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Beard-Nominated Tail Up Goat Reopens as a Wine Shop With Prepared Meals

The owners have also turned Reveler’s Hour into a gourmet market

Duck liver mousse with crackers and sweet and sour cherries from Tail Up Goat
Duck liver mousse with crackers and sweet and sour cherries from Tail Up Goat
Jill Tyler/Tail Up Goat

If these were normal times, and the novel coronavirus was not devastating the restaurant industry at large, Tail Up Goat would likely be receiving a surge in already tough-to-grab reservations in Adams Morgan. It would be riding the momentum from chef Jon Sybert earning a place on the James Beard Foundation’s short list for Best Chef: Mid-Atlantic. Around the corner, Sybert would also be overseeing night after night of packed houses at Reveler’s Hour, the pasta and wine bar he and his partners opened in December.

Instead, the pair of restaurants are just now emerging from a two-month hibernation. After temporarily closing to prioritize the health of employees and customers, Tail Up Goat and Reveler’s Hour reopened this week with in-house takeout and delivery platforms that position them to act more as wine shops and gourmet grocers than high-end dining destinations.

As it stands now, D.C. is set to begin lifting some restrictions on businesses by June 8, but it will likely take longer for restaurants and customers to grow comfortable with a full-service model again.

“I don’t think restaurants are going to be what they were for a very long time,” co-owner Jill Tyler says. ‘I have a very hard time imagining restaurants at a smaller capacity or with staff with masks and using plexiglass [barriers].”

At Tail Up Goat, Sybert is making a small number of dinner kits ($40) designed to be reheated at home. The first weekend’s dinner features 5 ounces of smoked brisket with a red wine and black garlic gravy, grilled asparagus, Tail Up’s version of Texas Toast, and surprises for another side, a dessert, and a sweet midnight snack. A second, vegetarian option swaps in smoked Hen of the Woods mushrooms for the beef.

Beyond those options, Tail Up Goat is focusing its efforts on alcohol (wine, cocktails, beers, and ciders) and a series of snacks: plates of its crackers to go with herbed ricotta, Blue Horn cheese, or duck liver mousse with sweet and sour cherries.

Tail Up Goat is also selling a “starter kit” for virtual wine classes from partner Bill Jensen that Tyler calls the highlight of her “stay-at-home” experience. For $25, customers get a bottle of wine, say, an orange from the Republic of Georgia, fried marcona almonds, and access to the class.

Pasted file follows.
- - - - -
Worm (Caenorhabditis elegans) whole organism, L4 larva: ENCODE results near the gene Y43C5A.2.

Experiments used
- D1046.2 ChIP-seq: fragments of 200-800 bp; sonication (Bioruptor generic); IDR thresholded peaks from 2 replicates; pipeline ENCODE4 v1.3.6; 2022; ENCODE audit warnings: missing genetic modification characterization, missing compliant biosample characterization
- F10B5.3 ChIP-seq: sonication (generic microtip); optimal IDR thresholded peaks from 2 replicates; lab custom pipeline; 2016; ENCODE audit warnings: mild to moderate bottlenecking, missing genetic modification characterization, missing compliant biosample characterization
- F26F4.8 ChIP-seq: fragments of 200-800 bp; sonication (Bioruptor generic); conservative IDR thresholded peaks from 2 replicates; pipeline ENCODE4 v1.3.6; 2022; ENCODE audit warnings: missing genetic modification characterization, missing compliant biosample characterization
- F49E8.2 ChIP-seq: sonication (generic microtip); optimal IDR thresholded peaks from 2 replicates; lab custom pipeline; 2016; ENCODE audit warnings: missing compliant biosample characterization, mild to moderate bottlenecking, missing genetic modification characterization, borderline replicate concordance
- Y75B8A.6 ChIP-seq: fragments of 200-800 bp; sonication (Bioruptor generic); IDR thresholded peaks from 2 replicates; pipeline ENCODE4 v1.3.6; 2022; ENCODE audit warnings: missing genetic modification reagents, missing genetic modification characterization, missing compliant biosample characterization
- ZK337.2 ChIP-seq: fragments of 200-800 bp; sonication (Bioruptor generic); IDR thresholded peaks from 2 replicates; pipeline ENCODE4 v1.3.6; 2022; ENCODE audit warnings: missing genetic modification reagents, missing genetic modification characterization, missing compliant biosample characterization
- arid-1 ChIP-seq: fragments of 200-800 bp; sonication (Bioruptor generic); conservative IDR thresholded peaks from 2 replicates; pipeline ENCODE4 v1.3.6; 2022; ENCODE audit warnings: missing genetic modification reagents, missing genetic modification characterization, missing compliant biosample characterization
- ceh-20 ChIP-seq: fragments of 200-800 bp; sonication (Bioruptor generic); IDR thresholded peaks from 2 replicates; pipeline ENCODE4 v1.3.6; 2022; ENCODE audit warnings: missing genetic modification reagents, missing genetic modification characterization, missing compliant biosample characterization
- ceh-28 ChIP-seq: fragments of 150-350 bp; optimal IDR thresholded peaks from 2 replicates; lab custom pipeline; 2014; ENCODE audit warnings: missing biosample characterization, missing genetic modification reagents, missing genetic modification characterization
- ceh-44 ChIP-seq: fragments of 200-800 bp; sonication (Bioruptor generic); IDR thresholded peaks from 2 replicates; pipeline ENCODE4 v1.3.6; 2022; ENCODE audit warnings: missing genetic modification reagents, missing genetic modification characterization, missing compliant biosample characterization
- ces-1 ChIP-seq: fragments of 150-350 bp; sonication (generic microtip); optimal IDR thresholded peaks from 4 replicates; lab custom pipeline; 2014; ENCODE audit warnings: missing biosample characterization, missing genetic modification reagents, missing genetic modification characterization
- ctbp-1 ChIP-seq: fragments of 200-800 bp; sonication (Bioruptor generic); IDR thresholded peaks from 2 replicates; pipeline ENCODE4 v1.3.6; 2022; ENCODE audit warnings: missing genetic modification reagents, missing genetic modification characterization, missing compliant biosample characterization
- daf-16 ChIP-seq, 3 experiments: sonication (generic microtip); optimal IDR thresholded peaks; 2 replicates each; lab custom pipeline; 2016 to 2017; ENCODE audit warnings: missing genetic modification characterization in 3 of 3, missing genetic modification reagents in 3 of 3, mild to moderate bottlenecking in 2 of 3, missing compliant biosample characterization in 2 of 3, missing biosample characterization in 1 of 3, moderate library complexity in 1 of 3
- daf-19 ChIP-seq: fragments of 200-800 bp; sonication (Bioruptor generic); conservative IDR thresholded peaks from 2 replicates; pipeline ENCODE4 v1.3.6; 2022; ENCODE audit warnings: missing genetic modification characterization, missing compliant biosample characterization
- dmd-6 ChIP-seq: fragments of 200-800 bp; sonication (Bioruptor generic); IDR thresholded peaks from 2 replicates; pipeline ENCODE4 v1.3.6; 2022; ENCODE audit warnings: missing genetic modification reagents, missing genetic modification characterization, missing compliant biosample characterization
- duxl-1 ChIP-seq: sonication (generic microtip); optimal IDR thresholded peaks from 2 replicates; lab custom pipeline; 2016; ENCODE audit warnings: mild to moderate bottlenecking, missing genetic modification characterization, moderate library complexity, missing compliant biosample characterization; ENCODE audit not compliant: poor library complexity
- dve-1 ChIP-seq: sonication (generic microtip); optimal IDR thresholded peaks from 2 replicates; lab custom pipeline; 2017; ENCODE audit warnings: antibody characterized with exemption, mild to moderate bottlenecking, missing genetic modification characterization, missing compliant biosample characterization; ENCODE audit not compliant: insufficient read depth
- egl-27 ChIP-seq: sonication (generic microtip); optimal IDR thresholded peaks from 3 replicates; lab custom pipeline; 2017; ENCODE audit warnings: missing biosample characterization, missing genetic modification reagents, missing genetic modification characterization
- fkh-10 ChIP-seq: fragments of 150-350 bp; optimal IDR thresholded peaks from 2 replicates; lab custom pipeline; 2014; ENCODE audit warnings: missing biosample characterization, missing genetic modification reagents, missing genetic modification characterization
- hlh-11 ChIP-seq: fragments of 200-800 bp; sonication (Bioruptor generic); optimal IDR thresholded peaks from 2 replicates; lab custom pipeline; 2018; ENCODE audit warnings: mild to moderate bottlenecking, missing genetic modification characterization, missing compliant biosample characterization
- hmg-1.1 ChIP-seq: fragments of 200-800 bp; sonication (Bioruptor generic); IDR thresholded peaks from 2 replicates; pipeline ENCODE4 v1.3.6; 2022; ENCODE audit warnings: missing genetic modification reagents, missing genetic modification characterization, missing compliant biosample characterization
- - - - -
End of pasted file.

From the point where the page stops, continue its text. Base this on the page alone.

Same-day orders must be placed by 2 p.m. Otherwise pickup and delivery are available six days per week (closed Tuesdays) from 3:30 p.m. to 7 p.m.

Crackers with herbed ricotta
Crackers with herbed ricotta
Jill Tyler/Tail Up Goat

Reveler’s Hour has even more market options, available Friday through Monday. There are groceries like Calabrian chile butter, Anson Mills flours, and chicken stock. Sybert’s breads are part of a bakery section, along with coffee cake and cookies from pastry chef Annie Coleman, a new addition to the group who was recently at the Dabney. There’s also a butcher section, a handful of homey meal kits (chicken Parm, meatball dinner), and a pasta shop. Sous chef Gennaro Esposito is making his own ricotta and mozzarella to put on the bread, and the partners want to add a sandwich shop component, too. Orders must be placed by 5 p.m. on the day before pickup or delivery (within a 10-mile radius).

Tyler says the move to close completely was made with hopes that the public health crisis would pass more quickly than it did. She and her partners took the time to regroup, sort out unemployment benefits for their employees, and reconfigure the businesses. Workers are now assigned to small pods to limit exposure. There are now three people instead of nine in the kitchen at Tail Up Goat, and four instead of 16 at Reveler’s.

Organizing the restaurants how they did, Tyler says, allows the partners to use a Paycheck Protection Program loan at Tail Up Goat by rotating in pods of employees for different shifts. Tyler says the restaurants have been cautious about the number of people they’re bringing back, because they don’t want to turn around and lay off anyone when the federal stimulus money runs out in eight weeks.

For now, with COVID-19 testing sites expanding in the city and the restaurants limiting interaction between employees, the market model feels like a sustainable option.

“I think we feel as confident as we can in our plan,” Tyler says. “We also acknowledge everything is going to change 100 times over.”